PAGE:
The two main species of flea beetle pests in canola are the crucifer (P.cruciferae) and the striped flea beetles (Phyllotreta striolata). Adult flea beetles overwinter in leaf litter in shelter belts, field margins and forest groves. Adults fly out of the overwintering sites when daily maximum temperatures exceed 14°C but can also disperse into nearby canola fields by walking or hopping.
The striped flea beetle is common in the more humid regions of the prairies and the crucifer species (shiny black) is dominant in southern Alberta. An important difference between these species is that the striped flea beetle, unlike the crucifer, is not controlled well with neonicotinoid insecticides. Also, they differ in emergence times: the striped species emerges from its overwintering sites earlier than the crucifer species.
Thus, in the south, planting early may allow canola to escape the peak and avoid major damage; but the opposite may happen in the humid prairies! In a cold spring like 2021, delays in canola germination and plant growth may put the plants at risk of damage from the crucifer species. However, stands planted very early that have more than two true leaves and growing vigorously when the flea beetle emergence peaks, should be less vulnerable to damage and yield loss.
The economic threshold for flea beetle damage in canola is 25% of surface damage on the cotyledons. This subjective rating is easy to overestimate. This threshold was validated in a recent study throughout the prairies that examined insecticide management strategies. The study lead by Dr. A. Costamagna (University of Manitoba) showed that yield protection from insecticides, seed treatment or foliar chemicals, was highly variable, but in general foliar applications were not as effective as seed treatments in protecting yield.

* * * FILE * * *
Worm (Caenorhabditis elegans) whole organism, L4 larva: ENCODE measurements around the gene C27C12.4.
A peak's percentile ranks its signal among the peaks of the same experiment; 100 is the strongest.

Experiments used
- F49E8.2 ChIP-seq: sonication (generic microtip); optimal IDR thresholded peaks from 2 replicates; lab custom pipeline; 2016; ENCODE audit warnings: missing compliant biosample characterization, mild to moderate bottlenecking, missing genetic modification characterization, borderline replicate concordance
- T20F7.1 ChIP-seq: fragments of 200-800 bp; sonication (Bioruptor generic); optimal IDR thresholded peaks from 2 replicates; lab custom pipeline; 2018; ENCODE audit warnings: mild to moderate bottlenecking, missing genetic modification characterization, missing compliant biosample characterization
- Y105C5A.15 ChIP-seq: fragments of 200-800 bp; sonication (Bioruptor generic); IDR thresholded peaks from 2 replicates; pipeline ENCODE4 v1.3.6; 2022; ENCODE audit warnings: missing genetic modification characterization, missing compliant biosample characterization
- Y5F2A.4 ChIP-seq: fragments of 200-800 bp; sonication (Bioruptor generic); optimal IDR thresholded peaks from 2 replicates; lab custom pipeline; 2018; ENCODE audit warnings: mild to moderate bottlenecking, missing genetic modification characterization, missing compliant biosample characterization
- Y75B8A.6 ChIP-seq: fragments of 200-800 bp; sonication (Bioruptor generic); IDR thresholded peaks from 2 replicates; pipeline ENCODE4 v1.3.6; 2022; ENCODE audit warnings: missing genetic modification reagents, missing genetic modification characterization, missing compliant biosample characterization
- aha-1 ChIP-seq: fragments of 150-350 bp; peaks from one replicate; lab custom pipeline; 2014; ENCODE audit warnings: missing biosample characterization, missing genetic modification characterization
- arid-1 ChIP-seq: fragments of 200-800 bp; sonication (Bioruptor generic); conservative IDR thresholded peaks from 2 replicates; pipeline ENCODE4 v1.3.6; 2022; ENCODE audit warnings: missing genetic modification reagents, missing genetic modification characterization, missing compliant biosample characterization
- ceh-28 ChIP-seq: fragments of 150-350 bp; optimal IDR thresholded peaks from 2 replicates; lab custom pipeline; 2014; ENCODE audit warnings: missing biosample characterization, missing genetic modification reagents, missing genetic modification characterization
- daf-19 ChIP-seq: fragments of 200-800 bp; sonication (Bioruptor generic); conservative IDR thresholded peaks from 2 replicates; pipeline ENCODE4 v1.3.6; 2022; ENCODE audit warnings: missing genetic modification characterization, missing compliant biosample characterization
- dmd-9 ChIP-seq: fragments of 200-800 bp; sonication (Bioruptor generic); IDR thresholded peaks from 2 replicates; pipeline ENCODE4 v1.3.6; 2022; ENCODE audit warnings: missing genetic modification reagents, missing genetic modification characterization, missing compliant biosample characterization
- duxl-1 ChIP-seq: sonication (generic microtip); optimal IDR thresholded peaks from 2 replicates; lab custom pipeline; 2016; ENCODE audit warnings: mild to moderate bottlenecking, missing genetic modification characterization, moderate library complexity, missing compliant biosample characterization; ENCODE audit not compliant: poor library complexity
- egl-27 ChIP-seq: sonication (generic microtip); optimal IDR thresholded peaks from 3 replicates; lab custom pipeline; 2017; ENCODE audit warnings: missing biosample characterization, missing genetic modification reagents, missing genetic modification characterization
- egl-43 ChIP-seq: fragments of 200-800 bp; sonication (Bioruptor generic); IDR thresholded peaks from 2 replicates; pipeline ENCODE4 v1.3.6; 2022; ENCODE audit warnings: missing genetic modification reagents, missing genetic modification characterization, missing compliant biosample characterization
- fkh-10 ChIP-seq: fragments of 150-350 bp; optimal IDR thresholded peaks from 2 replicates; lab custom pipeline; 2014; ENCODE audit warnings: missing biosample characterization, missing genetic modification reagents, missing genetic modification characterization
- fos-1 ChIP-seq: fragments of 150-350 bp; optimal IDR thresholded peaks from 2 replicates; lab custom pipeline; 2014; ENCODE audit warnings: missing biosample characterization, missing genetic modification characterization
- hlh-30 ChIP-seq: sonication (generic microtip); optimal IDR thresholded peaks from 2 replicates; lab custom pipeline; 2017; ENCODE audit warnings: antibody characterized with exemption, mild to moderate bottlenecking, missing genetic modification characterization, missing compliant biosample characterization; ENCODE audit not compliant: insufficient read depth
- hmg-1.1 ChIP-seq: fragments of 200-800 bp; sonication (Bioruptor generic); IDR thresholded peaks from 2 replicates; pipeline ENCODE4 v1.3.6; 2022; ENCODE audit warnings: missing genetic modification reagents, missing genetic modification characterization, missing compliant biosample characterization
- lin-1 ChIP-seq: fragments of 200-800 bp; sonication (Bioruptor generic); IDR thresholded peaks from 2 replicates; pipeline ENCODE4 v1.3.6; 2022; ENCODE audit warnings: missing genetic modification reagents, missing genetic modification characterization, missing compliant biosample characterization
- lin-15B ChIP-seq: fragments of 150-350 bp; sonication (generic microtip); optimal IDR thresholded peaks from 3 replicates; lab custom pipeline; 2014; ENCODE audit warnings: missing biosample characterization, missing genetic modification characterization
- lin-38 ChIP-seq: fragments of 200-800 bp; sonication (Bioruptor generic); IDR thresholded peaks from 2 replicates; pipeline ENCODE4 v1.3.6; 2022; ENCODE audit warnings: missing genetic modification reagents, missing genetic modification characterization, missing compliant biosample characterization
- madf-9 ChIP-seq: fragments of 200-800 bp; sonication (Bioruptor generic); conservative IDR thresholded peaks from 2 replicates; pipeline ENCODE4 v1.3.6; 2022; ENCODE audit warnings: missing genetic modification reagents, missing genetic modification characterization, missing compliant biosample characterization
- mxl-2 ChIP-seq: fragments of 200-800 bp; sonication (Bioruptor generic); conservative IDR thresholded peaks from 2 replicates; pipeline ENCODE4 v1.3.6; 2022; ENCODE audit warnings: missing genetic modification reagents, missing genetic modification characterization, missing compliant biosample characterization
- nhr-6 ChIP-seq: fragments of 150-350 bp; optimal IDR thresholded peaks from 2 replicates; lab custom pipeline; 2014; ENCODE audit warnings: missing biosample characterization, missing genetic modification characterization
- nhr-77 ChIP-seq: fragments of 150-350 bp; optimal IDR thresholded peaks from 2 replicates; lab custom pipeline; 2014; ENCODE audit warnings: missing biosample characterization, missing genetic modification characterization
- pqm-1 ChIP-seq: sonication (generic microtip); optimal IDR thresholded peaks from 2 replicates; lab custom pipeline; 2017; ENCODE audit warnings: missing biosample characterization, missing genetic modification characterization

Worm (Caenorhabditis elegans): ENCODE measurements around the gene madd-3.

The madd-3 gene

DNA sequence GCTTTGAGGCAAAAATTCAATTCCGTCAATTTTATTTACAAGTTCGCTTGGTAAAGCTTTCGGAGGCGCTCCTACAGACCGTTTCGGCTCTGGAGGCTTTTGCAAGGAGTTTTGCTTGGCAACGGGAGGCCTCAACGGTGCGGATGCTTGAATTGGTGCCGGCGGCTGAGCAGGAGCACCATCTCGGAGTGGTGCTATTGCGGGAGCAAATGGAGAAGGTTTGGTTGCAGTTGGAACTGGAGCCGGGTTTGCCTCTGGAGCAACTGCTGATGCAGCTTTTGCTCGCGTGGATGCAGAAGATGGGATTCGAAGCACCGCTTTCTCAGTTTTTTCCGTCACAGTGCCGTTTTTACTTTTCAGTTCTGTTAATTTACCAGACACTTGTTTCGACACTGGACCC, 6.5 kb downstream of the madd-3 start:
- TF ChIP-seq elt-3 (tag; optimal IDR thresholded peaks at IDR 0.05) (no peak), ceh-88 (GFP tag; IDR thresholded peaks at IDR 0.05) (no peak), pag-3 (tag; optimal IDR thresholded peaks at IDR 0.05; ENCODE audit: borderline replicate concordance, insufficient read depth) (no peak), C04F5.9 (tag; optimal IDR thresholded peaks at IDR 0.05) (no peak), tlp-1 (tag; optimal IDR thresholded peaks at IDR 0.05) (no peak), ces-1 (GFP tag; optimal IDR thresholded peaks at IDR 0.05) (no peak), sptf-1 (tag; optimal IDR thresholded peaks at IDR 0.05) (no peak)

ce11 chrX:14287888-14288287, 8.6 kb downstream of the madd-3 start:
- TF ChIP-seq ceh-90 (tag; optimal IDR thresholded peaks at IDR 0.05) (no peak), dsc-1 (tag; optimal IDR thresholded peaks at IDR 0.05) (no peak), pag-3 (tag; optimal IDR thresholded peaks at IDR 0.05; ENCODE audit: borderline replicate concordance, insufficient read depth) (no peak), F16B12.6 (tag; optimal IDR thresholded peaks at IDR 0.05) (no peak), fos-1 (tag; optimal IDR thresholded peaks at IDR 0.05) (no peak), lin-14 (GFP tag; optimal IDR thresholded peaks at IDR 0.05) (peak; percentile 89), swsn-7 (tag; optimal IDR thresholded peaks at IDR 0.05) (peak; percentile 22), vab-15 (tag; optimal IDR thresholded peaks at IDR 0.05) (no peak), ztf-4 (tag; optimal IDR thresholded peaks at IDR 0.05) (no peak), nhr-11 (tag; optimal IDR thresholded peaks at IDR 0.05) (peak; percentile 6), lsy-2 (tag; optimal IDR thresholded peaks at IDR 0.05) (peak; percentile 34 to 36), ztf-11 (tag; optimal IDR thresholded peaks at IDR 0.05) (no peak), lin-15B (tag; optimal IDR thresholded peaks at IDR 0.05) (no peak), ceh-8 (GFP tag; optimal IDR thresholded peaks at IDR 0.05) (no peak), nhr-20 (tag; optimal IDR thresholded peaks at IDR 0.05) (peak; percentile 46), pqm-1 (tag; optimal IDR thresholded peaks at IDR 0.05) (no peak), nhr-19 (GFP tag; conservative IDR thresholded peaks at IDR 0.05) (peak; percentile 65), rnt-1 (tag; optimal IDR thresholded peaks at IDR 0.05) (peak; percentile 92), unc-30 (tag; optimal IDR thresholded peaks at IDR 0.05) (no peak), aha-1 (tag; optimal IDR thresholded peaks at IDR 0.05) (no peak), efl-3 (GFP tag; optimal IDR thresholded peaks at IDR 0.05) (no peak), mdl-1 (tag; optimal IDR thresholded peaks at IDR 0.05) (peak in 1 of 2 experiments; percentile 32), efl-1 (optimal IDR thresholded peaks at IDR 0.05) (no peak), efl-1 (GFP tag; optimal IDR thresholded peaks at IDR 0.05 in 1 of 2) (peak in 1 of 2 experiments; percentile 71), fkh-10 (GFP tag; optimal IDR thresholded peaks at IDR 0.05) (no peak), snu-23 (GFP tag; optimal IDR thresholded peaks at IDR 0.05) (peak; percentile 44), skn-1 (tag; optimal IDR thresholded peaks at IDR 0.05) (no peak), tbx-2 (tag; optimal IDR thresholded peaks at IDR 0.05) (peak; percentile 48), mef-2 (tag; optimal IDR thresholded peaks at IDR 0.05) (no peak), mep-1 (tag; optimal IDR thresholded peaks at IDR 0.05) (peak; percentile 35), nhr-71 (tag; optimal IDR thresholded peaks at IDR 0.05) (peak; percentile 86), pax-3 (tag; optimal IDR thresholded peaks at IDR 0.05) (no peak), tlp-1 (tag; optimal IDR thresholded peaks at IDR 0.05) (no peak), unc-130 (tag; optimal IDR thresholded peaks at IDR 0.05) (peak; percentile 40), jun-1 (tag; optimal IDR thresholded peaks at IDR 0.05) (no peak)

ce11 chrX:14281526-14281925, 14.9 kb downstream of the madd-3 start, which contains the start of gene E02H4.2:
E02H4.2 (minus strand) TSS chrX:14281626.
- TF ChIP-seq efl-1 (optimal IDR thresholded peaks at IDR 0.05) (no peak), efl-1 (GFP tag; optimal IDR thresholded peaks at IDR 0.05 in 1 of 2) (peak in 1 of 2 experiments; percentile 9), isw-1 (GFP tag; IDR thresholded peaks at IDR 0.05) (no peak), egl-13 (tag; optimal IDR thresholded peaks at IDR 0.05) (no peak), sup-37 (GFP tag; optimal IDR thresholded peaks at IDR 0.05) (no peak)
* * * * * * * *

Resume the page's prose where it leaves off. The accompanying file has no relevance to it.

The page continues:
An ongoing related study by the University of Manitoba and AAFC researchers and Farming Smarter (Canola Council-AAFC Agri-Science Cluster) is examining the interactions of seeding rate and insecticide strategy. So far, the results from the Lethbridge area suggest a benefit of targeting higher plant densities. Other objectives of this study are to investigate potential predators of flea beetles during the canola seedling stage and to quantify landscape parameters that could influence flea beetle abundance and distributions.
Flea beetles are an important canola pest and in the long term there is a need to develop local forecasting methods. Knowing if you will have flea beetles at high pest populations at seeding time to make a decision about seed treatments requires a lot of information under a tight timeline: population numbers at the end of the previous summer, fall conditions that may influence feeding (they need to get fat before winter), overwintering survivorship (soil moisture and temperatures, snow cover, duration of winter), and likely landscape factors around the field where you choose to plant your canola. There is no shortage of research questions.